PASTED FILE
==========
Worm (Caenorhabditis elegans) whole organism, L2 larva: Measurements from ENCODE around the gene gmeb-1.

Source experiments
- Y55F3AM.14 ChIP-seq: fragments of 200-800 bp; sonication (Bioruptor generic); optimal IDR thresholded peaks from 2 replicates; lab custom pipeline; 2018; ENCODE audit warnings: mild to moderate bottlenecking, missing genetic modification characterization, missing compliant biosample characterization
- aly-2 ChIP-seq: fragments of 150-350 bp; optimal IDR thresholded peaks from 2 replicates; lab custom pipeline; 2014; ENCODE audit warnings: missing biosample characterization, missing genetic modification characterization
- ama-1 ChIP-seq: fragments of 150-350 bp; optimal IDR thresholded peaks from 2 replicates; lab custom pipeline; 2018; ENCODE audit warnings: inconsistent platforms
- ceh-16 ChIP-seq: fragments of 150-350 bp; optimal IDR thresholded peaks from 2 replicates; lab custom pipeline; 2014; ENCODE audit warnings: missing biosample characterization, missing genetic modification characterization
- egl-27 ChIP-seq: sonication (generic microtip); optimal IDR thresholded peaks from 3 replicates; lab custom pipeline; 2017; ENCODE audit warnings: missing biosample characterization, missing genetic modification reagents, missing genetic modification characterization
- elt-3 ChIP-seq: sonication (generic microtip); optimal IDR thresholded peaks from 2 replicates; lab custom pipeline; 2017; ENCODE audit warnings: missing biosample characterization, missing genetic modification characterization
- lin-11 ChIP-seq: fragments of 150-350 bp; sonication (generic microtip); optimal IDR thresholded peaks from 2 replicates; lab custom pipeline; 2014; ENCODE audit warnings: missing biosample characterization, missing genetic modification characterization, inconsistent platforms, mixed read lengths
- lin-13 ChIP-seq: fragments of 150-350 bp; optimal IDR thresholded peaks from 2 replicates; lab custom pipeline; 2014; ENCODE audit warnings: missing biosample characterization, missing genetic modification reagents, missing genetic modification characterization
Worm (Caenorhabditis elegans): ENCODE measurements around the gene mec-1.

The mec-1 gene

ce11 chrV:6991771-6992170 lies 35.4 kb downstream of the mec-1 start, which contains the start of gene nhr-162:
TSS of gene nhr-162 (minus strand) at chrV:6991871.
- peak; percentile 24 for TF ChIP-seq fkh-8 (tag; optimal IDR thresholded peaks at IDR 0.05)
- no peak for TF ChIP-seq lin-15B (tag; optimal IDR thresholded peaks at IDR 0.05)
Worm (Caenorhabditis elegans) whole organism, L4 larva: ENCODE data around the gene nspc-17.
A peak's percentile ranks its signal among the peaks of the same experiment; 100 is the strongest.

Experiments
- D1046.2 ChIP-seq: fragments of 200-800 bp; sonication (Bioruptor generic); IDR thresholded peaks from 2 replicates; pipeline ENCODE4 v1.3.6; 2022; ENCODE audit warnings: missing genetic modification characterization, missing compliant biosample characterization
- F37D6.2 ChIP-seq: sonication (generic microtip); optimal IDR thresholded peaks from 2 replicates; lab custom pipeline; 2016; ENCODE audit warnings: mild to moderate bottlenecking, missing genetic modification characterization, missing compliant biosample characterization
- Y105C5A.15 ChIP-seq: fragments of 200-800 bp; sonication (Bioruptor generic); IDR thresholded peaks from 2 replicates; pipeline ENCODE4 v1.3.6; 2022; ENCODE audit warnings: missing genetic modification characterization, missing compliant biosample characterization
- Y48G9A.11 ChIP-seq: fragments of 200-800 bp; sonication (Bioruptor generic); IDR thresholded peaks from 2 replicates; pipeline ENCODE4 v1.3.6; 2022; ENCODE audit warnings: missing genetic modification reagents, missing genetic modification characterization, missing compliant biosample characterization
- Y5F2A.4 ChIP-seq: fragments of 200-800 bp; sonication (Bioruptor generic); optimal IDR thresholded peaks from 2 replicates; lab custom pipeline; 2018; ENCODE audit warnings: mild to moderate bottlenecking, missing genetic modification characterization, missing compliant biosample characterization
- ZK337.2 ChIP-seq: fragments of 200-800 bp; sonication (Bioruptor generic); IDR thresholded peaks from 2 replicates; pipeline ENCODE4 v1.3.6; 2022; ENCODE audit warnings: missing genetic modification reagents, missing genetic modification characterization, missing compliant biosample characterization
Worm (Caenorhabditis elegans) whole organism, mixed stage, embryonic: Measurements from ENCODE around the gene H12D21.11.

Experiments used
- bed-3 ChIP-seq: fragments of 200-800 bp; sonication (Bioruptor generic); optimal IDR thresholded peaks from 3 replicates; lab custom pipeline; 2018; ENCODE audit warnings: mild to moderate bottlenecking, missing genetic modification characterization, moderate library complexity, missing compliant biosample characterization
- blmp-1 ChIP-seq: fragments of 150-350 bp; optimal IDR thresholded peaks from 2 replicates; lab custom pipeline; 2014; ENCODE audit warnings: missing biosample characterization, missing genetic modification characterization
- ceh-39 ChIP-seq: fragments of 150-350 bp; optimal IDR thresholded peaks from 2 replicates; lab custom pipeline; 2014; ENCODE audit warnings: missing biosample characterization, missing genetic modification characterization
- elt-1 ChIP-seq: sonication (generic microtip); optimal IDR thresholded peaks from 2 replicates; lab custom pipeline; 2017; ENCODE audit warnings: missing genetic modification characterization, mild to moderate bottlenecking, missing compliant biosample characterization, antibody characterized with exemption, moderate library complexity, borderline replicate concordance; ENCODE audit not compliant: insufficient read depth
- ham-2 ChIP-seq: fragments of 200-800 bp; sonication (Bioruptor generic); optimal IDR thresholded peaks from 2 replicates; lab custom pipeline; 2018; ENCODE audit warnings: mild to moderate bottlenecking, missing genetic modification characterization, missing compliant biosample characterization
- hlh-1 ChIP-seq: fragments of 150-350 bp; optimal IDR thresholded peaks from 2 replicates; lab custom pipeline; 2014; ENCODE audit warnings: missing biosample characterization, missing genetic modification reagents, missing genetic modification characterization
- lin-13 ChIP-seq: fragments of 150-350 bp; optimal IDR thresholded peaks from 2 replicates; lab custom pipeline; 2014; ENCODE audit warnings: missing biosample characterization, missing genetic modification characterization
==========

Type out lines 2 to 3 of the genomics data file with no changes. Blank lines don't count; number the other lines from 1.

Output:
Source experiments
- Y55F3AM.14 ChIP-seq: fragments of 200-800 bp; sonication (Bioruptor generic); optimal IDR thresholded peaks from 2 replicates; lab custom pipeline; 2018; ENCODE audit warnings: mild to moderate bottlenecking, missing genetic modification characterization, missing compliant biosample characterization